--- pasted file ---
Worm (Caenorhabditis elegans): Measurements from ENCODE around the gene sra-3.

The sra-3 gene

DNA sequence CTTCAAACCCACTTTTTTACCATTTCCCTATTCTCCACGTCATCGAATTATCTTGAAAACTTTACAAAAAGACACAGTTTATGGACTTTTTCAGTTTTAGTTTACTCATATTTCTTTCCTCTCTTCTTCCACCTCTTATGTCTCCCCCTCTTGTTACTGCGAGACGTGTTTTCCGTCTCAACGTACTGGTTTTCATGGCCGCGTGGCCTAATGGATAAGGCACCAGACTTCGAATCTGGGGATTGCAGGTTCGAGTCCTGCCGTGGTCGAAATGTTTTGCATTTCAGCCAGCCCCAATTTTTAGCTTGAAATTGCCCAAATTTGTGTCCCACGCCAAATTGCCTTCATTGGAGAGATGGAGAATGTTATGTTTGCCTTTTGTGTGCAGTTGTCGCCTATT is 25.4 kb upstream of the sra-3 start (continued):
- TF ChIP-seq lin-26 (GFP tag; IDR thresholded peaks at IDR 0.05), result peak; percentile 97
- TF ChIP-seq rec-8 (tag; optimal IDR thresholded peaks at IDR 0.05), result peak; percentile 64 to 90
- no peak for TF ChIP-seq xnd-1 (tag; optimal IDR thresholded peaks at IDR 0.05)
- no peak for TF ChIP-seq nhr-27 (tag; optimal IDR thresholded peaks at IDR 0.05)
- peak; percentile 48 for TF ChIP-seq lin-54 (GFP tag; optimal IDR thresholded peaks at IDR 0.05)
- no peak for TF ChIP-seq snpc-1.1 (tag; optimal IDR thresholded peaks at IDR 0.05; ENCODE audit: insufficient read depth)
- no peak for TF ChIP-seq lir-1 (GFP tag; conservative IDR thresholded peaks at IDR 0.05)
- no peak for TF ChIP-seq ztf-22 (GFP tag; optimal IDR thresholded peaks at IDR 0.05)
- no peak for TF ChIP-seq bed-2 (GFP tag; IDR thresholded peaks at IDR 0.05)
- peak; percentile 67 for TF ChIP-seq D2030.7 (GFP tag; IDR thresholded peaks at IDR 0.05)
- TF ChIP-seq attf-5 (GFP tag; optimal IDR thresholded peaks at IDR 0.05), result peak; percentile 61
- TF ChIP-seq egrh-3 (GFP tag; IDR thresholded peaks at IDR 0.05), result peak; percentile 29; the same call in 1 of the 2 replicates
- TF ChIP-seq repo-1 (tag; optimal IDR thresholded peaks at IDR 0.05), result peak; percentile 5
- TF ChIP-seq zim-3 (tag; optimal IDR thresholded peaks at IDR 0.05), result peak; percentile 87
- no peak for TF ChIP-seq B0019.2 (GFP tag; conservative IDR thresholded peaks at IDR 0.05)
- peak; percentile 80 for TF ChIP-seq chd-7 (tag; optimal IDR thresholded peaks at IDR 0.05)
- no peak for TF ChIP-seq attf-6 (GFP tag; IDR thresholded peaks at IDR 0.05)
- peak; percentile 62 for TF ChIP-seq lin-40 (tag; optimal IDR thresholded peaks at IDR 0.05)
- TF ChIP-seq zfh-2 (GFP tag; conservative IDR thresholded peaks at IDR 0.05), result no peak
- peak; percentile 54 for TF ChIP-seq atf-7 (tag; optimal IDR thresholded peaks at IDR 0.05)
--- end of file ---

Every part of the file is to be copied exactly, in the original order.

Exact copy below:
Worm (Caenorhabditis elegans): Measurements from ENCODE around the gene sra-3.

The sra-3 gene

DNA sequence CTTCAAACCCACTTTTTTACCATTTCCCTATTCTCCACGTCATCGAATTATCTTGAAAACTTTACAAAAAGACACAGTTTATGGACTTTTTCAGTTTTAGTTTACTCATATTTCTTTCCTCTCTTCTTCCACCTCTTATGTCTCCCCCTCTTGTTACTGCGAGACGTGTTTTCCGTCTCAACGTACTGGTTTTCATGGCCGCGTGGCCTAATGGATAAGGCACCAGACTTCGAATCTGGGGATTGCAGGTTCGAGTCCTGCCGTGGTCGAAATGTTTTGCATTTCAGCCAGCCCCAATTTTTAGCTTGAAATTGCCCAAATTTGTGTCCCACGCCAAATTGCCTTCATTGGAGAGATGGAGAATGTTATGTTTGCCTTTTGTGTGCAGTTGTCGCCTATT is 25.4 kb upstream of the sra-3 start (continued):
- TF ChIP-seq lin-26 (GFP tag; IDR thresholded peaks at IDR 0.05), result peak; percentile 97
- TF ChIP-seq rec-8 (tag; optimal IDR thresholded peaks at IDR 0.05), result peak; percentile 64 to 90
- no peak for TF ChIP-seq xnd-1 (tag; optimal IDR thresholded peaks at IDR 0.05)
- no peak for TF ChIP-seq nhr-27 (tag; optimal IDR thresholded peaks at IDR 0.05)
- peak; percentile 48 for TF ChIP-seq lin-54 (GFP tag; optimal IDR thresholded peaks at IDR 0.05)
- no peak for TF ChIP-seq snpc-1.1 (tag; optimal IDR thresholded peaks at IDR 0.05; ENCODE audit: insufficient read depth)
- no peak for TF ChIP-seq lir-1 (GFP tag; conservative IDR thresholded peaks at IDR 0.05)
- no peak for TF ChIP-seq ztf-22 (GFP tag; optimal IDR thresholded peaks at IDR 0.05)
- no peak for TF ChIP-seq bed-2 (GFP tag; IDR thresholded peaks at IDR 0.05)
- peak; percentile 67 for TF ChIP-seq D2030.7 (GFP tag; IDR thresholded peaks at IDR 0.05)
- TF ChIP-seq attf-5 (GFP tag; optimal IDR thresholded peaks at IDR 0.05), result peak; percentile 61
- TF ChIP-seq egrh-3 (GFP tag; IDR thresholded peaks at IDR 0.05), result peak; percentile 29; the same call in 1 of the 2 replicates
- TF ChIP-seq repo-1 (tag; optimal IDR thresholded peaks at IDR 0.05), result peak; percentile 5
- TF ChIP-seq zim-3 (tag; optimal IDR thresholded peaks at IDR 0.05), result peak; percentile 87
- no peak for TF ChIP-seq B0019.2 (GFP tag; conservative IDR thresholded peaks at IDR 0.05)
- peak; percentile 80 for TF ChIP-seq chd-7 (tag; optimal IDR thresholded peaks at IDR 0.05)
- no peak for TF ChIP-seq attf-6 (GFP tag; IDR thresholded peaks at IDR 0.05)
- peak; percentile 62 for TF ChIP-seq lin-40 (tag; optimal IDR thresholded peaks at IDR 0.05)
- TF ChIP-seq zfh-2 (GFP tag; conservative IDR thresholded peaks at IDR 0.05), result no peak
- peak; percentile 54 for TF ChIP-seq atf-7 (tag; optimal IDR thresholded peaks at IDR 0.05)